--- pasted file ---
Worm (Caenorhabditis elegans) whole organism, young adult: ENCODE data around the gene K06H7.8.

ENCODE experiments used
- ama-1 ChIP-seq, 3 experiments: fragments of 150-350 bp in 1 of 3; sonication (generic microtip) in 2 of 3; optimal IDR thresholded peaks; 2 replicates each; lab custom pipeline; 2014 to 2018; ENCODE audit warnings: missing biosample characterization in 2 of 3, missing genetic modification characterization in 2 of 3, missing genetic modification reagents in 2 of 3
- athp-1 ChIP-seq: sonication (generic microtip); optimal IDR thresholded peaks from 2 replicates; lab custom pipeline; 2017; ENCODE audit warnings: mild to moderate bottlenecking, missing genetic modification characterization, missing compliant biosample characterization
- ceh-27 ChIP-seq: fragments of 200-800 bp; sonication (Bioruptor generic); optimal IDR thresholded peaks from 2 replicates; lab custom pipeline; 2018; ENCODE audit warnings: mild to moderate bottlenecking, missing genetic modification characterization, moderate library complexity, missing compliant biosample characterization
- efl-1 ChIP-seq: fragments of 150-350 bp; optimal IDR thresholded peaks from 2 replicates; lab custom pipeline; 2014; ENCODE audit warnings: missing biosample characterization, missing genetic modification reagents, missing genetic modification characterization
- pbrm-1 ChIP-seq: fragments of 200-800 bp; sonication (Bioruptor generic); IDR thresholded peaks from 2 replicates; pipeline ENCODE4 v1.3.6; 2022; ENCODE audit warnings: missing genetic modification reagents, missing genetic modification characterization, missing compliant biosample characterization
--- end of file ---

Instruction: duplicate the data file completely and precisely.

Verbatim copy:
Worm (Caenorhabditis elegans) whole organism, young adult: ENCODE data around the gene K06H7.8.

ENCODE experiments used
- ama-1 ChIP-seq, 3 experiments: fragments of 150-350 bp in 1 of 3; sonication (generic microtip) in 2 of 3; optimal IDR thresholded peaks; 2 replicates each; lab custom pipeline; 2014 to 2018; ENCODE audit warnings: missing biosample characterization in 2 of 3, missing genetic modification characterization in 2 of 3, missing genetic modification reagents in 2 of 3
- athp-1 ChIP-seq: sonication (generic microtip); optimal IDR thresholded peaks from 2 replicates; lab custom pipeline; 2017; ENCODE audit warnings: mild to moderate bottlenecking, missing genetic modification characterization, missing compliant biosample characterization
- ceh-27 ChIP-seq: fragments of 200-800 bp; sonication (Bioruptor generic); optimal IDR thresholded peaks from 2 replicates; lab custom pipeline; 2018; ENCODE audit warnings: mild to moderate bottlenecking, missing genetic modification characterization, moderate library complexity, missing compliant biosample characterization
- efl-1 ChIP-seq: fragments of 150-350 bp; optimal IDR thresholded peaks from 2 replicates; lab custom pipeline; 2014; ENCODE audit warnings: missing biosample characterization, missing genetic modification reagents, missing genetic modification characterization
- pbrm-1 ChIP-seq: fragments of 200-800 bp; sonication (Bioruptor generic); IDR thresholded peaks from 2 replicates; pipeline ENCODE4 v1.3.6; 2022; ENCODE audit warnings: missing genetic modification reagents, missing genetic modification characterization, missing compliant biosample characterization